In the summer there are signs on both sides of the concession building asking cyclists to dismount due to the heavy foot traffic between the beach, bathrooms, changing rooms, concession, first aid/lifeguard station, restaurant etc.

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This is a crop from the official bike route map of the City of Vancouver – and the picture was taken just to the right of the letter k in “Kitsilano Beach Park” (courtesy Jens van Bergmann)

This is like putting “no driving” between the road and parking lot. (Anthony Floyd)

“No cycling” sign on official bike path? Can we please get this sorted out (Jens van Bergmann) to the City and the Park Board

The City responded “Thanks guys! I’ve sent an inquiry over to Active Transportation team via case 8965477! ^BP” – and once we get a response that will be added here

Incidentally while I was sending the picture and caption to Instagram I saw someone cycle past the sign, blythely ignoring it. There is another sign like near the path to the beach and the Biennale’s chair exhibit.

And one comment might be worth noting from Instagram user Colin M Stein “Misquoting Jack Nicholson’s 1989 Joker: “This Park Board needs an enema.””

UPDATE

No Cycling sign

This is by the entrance to the Parking Lot of the Maritime Museum.

From Twitter on January 27

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Written by Stephen Rees

January 9, 2017 at 2:27 pm

A Route Planner to Facilitate and Promote Cycling in Metro Vancouver

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Now isn’t that a title to stir your heart?

As I am sure most of you know, while I am a cyclist – sometimes – I am a fairly cautious one. That is because I am a fat old man with a dicky ticker. Where I live there are steep hills in three of the four cardinal compass points. We live in a bowl – and Valley Drive is the only flat way out. It is uphill from here to Kerrisdale or Shaughnessy and even Kits requires tackling a short but killer grind up Nanton to the new Greenway. So the idea of a tool that takes topography into account as one of the keys to route choice had an instant appeal to me.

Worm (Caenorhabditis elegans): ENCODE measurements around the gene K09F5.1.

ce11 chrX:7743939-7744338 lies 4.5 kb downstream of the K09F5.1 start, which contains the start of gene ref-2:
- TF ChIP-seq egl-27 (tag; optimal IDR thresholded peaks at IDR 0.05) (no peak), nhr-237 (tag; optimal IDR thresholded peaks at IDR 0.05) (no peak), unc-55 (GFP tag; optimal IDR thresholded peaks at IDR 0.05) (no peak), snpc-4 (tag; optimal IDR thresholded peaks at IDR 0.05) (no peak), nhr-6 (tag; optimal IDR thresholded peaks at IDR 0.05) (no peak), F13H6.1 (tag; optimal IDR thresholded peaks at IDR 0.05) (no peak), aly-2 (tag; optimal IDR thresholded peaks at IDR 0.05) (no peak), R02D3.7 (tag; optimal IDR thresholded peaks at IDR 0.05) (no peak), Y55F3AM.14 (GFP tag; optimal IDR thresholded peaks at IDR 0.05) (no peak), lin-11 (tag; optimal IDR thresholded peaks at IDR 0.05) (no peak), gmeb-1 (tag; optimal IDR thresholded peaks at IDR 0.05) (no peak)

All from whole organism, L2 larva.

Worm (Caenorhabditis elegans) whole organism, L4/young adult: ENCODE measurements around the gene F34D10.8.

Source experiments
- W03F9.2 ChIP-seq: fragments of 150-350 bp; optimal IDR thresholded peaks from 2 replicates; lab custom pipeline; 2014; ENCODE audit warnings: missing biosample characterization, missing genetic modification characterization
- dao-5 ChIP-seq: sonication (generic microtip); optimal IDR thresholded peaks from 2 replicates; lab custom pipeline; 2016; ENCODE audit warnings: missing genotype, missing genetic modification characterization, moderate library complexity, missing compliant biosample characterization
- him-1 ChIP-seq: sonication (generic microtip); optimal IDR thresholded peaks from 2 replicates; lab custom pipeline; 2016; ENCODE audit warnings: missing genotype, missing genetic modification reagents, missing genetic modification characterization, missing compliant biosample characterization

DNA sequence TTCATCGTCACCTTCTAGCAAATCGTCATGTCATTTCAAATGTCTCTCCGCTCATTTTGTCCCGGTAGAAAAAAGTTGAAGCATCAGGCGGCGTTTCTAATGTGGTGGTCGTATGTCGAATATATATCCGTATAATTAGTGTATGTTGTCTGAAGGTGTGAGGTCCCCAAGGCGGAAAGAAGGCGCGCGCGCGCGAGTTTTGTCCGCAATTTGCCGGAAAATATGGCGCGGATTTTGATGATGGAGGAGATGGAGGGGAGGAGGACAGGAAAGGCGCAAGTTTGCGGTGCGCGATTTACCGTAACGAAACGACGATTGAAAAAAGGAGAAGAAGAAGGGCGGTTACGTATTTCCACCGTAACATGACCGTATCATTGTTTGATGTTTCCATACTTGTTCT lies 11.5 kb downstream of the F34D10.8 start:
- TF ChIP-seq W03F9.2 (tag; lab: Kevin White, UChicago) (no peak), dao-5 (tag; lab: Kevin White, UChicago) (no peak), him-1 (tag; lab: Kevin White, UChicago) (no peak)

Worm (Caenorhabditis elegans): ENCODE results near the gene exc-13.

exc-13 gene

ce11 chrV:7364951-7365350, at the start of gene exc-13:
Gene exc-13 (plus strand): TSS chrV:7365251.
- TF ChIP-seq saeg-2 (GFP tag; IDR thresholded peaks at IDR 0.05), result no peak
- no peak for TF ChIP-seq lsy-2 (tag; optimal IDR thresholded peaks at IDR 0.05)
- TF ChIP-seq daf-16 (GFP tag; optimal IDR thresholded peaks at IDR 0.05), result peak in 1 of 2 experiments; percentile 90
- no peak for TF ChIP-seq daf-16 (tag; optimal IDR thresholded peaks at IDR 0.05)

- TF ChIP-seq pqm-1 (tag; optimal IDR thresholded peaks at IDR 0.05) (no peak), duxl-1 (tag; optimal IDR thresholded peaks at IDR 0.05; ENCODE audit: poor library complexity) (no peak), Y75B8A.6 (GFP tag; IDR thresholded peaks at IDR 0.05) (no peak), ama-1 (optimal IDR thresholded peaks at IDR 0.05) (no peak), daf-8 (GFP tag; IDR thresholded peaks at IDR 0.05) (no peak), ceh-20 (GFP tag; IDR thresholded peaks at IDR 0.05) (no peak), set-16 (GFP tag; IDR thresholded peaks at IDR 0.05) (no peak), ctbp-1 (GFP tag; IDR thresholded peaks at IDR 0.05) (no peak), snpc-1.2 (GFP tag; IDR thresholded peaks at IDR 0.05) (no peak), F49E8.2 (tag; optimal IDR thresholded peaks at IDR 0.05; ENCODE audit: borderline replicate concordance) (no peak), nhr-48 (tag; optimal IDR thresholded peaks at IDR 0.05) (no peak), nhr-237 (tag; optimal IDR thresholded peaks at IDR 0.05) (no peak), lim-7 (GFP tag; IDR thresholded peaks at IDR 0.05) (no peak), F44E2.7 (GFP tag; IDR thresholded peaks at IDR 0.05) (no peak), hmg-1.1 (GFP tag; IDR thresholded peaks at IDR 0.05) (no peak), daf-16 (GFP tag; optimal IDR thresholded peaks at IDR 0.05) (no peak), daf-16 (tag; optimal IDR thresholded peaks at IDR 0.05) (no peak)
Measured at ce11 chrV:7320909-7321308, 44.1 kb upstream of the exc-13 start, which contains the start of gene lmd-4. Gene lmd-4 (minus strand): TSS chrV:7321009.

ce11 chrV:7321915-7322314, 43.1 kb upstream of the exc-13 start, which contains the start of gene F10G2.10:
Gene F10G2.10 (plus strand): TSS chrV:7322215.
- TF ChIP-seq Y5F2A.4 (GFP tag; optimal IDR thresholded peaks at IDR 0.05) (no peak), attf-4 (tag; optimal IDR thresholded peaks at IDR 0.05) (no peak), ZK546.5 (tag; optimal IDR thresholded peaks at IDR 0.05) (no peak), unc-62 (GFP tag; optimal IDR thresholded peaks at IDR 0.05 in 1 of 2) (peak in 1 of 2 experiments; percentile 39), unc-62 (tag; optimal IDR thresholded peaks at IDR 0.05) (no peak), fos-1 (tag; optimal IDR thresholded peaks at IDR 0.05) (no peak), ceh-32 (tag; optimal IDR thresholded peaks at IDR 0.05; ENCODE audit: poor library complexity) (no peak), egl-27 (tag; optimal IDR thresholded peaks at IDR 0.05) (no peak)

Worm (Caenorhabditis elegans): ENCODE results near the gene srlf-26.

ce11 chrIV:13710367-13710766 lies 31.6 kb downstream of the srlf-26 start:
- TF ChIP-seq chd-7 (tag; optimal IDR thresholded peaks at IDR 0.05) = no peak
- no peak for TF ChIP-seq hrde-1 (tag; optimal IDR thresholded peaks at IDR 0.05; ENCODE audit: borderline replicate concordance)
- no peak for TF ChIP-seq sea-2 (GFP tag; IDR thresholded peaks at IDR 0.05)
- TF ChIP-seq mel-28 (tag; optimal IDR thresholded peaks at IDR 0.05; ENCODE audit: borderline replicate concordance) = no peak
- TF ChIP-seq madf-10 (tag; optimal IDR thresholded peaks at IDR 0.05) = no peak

I came across it due to a new twitter account called Vancouver Studies run by my old friend Raul Pacheco-Vega. “This account tweets scholarly studies about the city of Vancouver (BC, Canada).”

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So that link took me to the academic publisher Elsevier who, of course, charge an arm and a leg to read research articles – but at least the Abstract provided a link to the program itself. I thought.

With increasing fuel costs, greater awareness of greenhouse gas emissions and increasing obesity levels, cycling is promoted as a health promoting and sustainable transport mode. We developed a cycling route planner (http://cyclevancouver.ubc.ca) for Metro Vancouver, British Columbia, Canada, to facilitate cycling amongst the general public and to facilitate new route location by transportation planners. The geographical information system-based planner incorporates variables that influence choices to travel by bicycle (e.g., distance, elevation gain, safety, route features, air pollution and links to transit) in selecting the preferred routing. Using a familiar and user-friendly Google Maps interface, the planner allows individuals to seek optimized cycling routes throughout the region based on their own preferences. In addition to the incorporation of multiple user preferences in route selection, the planner is unique amongst cycling route planners in its use of topology to minimize data storage redundancy, its reliance on node/vertex index tables to increase efficiency of the route selection process, and the use of web services and asynchronous technologies for quick data delivery. Use of this tool can help promote bicycle travel as a form of active transportation and help lower greenhouse gas carbon dioxide (CO2) and air pollutant emissions by reducing car trips.